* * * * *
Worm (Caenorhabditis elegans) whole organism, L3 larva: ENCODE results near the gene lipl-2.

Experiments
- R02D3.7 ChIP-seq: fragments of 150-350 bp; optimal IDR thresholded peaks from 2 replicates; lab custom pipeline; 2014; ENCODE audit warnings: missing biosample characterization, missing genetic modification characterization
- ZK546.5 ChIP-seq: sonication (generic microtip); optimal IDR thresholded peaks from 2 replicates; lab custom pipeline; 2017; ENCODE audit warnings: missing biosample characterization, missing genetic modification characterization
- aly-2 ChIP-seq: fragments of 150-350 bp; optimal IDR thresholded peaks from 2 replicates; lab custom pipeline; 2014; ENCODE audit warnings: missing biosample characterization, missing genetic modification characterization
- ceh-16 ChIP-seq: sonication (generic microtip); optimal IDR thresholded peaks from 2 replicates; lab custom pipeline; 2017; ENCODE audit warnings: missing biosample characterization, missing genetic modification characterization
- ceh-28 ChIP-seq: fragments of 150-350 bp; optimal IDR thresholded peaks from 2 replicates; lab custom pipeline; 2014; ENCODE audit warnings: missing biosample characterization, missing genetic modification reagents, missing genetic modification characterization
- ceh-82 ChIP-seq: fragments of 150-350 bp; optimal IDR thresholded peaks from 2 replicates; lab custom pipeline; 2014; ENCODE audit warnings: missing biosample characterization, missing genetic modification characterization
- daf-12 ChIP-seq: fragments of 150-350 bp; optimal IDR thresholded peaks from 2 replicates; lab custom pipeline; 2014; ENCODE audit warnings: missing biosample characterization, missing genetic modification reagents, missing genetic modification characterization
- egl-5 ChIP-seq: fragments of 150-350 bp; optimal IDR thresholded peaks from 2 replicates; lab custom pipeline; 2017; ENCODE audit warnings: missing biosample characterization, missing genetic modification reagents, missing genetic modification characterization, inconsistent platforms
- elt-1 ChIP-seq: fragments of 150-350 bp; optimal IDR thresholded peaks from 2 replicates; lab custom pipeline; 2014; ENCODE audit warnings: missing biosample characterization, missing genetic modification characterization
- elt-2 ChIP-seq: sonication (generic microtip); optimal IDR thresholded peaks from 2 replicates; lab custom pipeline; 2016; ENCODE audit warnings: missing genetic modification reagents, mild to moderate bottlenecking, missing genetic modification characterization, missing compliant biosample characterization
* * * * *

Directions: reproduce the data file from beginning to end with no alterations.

Worm (Caenorhabditis elegans) whole organism, L3 larva: ENCODE results near the gene lipl-2.

Experiments
- R02D3.7 ChIP-seq: fragments of 150-350 bp; optimal IDR thresholded peaks from 2 replicates; lab custom pipeline; 2014; ENCODE audit warnings: missing biosample characterization, missing genetic modification characterization
- ZK546.5 ChIP-seq: sonication (generic microtip); optimal IDR thresholded peaks from 2 replicates; lab custom pipeline; 2017; ENCODE audit warnings: missing biosample characterization, missing genetic modification characterization
- aly-2 ChIP-seq: fragments of 150-350 bp; optimal IDR thresholded peaks from 2 replicates; lab custom pipeline; 2014; ENCODE audit warnings: missing biosample characterization, missing genetic modification characterization
- ceh-16 ChIP-seq: sonication (generic microtip); optimal IDR thresholded peaks from 2 replicates; lab custom pipeline; 2017; ENCODE audit warnings: missing biosample characterization, missing genetic modification characterization
- ceh-28 ChIP-seq: fragments of 150-350 bp; optimal IDR thresholded peaks from 2 replicates; lab custom pipeline; 2014; ENCODE audit warnings: missing biosample characterization, missing genetic modification reagents, missing genetic modification characterization
- ceh-82 ChIP-seq: fragments of 150-350 bp; optimal IDR thresholded peaks from 2 replicates; lab custom pipeline; 2014; ENCODE audit warnings: missing biosample characterization, missing genetic modification characterization
- daf-12 ChIP-seq: fragments of 150-350 bp; optimal IDR thresholded peaks from 2 replicates; lab custom pipeline; 2014; ENCODE audit warnings: missing biosample characterization, missing genetic modification reagents, missing genetic modification characterization
- egl-5 ChIP-seq: fragments of 150-350 bp; optimal IDR thresholded peaks from 2 replicates; lab custom pipeline; 2017; ENCODE audit warnings: missing biosample characterization, missing genetic modification reagents, missing genetic modification characterization, inconsistent platforms
- elt-1 ChIP-seq: fragments of 150-350 bp; optimal IDR thresholded peaks from 2 replicates; lab custom pipeline; 2014; ENCODE audit warnings: missing biosample characterization, missing genetic modification characterization
- elt-2 ChIP-seq: sonication (generic microtip); optimal IDR thresholded peaks from 2 replicates; lab custom pipeline; 2016; ENCODE audit warnings: missing genetic modification reagents, mild to moderate bottlenecking, missing genetic modification characterization, missing compliant biosample characterization